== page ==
Compromise of 1877 facts for kids
The Compromise of 1877 was a purported informal, unwritten deal that settled the intensely disputed 1876 U.S. presidential election. It resulted in the United States federal government pulling the last troops out of the South, and formally ended the Reconstruction Era.
Through the Compromise, Republican Rutherford B. Hayes was awarded the White House over Democrat Samuel J. Tilden on the understanding that Hayes would remove the federal troops whose support was essential for the survival of Republican state governments in South Carolina, Florida and Louisiana.
The compromise involved Democrats who controlled the House of Representatives allowing the decision of the Electoral Commission to take effect. The outgoing president, Republican Ulysses S. Grant, removed the soldiers from Florida. As president, Hayes removed the remaining troops from South Carolina and Louisiana. As soon as the troops left, many white Republicans also left, and the "Redeemer" Democrats took control. They already dominated most other state governments in the South. What was exactly agreed is somewhat contested as the documentation is scanty.
Black Republicans felt betrayed as they lost power and were subject to discrimination and harassment to suppress their voting. At the turn of the 20th century, most black people were effectively disenfranchised by state legislatures in every southern state, despite being a majority in some.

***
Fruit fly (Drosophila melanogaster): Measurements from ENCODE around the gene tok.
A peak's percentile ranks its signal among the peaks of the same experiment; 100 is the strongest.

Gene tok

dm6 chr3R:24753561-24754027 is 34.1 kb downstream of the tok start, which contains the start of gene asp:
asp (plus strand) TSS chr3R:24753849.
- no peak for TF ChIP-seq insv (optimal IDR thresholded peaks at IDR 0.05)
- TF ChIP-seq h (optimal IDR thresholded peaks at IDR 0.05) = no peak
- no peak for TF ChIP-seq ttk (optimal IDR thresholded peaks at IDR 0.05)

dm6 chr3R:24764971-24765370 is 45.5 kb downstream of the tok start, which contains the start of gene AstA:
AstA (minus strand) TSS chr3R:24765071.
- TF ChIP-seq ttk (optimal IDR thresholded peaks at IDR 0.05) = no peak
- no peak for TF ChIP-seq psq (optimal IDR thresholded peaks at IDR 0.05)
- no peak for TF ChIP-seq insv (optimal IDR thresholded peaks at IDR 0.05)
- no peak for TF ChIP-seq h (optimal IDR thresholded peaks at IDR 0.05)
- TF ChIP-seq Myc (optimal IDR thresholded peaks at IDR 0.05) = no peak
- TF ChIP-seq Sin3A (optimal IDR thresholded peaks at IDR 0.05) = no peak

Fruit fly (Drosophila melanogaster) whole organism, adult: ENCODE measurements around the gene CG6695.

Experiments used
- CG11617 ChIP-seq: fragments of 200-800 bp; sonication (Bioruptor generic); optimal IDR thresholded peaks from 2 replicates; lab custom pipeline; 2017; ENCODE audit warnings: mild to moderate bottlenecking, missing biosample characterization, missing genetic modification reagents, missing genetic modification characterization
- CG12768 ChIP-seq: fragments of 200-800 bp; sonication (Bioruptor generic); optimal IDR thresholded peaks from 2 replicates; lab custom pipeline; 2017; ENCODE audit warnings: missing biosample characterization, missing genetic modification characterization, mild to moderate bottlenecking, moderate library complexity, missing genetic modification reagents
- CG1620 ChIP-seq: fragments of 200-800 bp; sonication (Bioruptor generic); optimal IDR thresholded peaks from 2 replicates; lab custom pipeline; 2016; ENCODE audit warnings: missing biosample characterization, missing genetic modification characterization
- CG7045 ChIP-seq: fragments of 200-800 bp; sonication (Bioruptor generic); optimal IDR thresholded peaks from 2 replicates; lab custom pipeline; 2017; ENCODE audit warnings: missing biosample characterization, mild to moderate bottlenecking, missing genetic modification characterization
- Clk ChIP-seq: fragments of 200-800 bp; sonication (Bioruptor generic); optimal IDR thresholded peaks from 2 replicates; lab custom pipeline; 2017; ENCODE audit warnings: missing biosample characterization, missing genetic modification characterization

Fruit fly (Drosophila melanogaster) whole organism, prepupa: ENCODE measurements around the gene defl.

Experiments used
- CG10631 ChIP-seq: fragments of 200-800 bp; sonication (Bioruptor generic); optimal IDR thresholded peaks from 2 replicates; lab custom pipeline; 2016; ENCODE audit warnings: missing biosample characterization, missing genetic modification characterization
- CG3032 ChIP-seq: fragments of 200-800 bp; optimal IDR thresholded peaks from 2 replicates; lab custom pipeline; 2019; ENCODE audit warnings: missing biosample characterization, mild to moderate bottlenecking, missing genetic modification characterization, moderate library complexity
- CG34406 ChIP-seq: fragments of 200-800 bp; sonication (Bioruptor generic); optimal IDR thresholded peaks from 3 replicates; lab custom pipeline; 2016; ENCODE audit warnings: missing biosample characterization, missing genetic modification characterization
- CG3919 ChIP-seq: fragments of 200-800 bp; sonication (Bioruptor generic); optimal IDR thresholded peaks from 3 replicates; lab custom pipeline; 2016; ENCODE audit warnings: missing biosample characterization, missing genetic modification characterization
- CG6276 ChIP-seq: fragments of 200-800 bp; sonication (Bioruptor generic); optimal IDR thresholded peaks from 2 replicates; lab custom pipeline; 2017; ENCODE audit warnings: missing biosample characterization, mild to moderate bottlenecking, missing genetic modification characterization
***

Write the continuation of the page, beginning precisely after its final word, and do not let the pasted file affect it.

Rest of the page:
Terms of compromise
The compromise essentially stated that Southern Democrats would acknowledge Hayes as president, but only on the understanding that Republicans would meet certain demands. The following elements are generally said to be the points of the compromise:
- The removal of all U.S. military forces from the former Confederate states. At the time, U.S. troops remained in only Louisiana, South Carolina, and Florida, but the Compromise completed their withdrawal from the region.
- The appointment of at least one Southern Democrat to Hayes' cabinet. (David M. Key of Tennessee was appointed as Postmaster General.)
- The construction of another transcontinental railroad using the Texas and Pacific in the South (this had been part of the "Scott Plan," proposed by Thomas A. Scott of the Pennsylvania Railroad; he had initiated negotiations resulting in the final compromise).
- Legislation to help industrialize the South and restore its economy following Reconstruction and the Civil War.
- The right to deal with blacks without northern interference.
In exchange, Democrats would accept the Republican Hayes as president by not employing the filibuster during the joint session of Congress needed to confirm the election.
After the Compromise, a few Democrats complained loudly that Tilden had been cheated. There was talk of forming armed units that would march on Washington, but President Grant was ready for that. He tightened military security, and nobody marched on Washington.
Hayes was peacefully inaugurated. Points 1 and 2 of the compromise took effect. Hayes had already announced his support for the restoration of "home rule," which would involve federal troop removal, before the election. It was not unusual, nor unexpected, for a president, especially one so narrowly elected, to select a cabinet member favored by the other party. Points 3 and 4 were never enacted; it is possible there was no firm agreement about them.
Whether by informal deal or simply reassurances already in line with Hayes's announced plans, talks with Southern Democrats satisfied the worries of many. This prevented a Congressional filibuster that had threatened to extend resolution of the election dispute beyond Inauguration Day 1877.
Compromise of 1877 Facts for Kids. Kiddle Encyclopedia.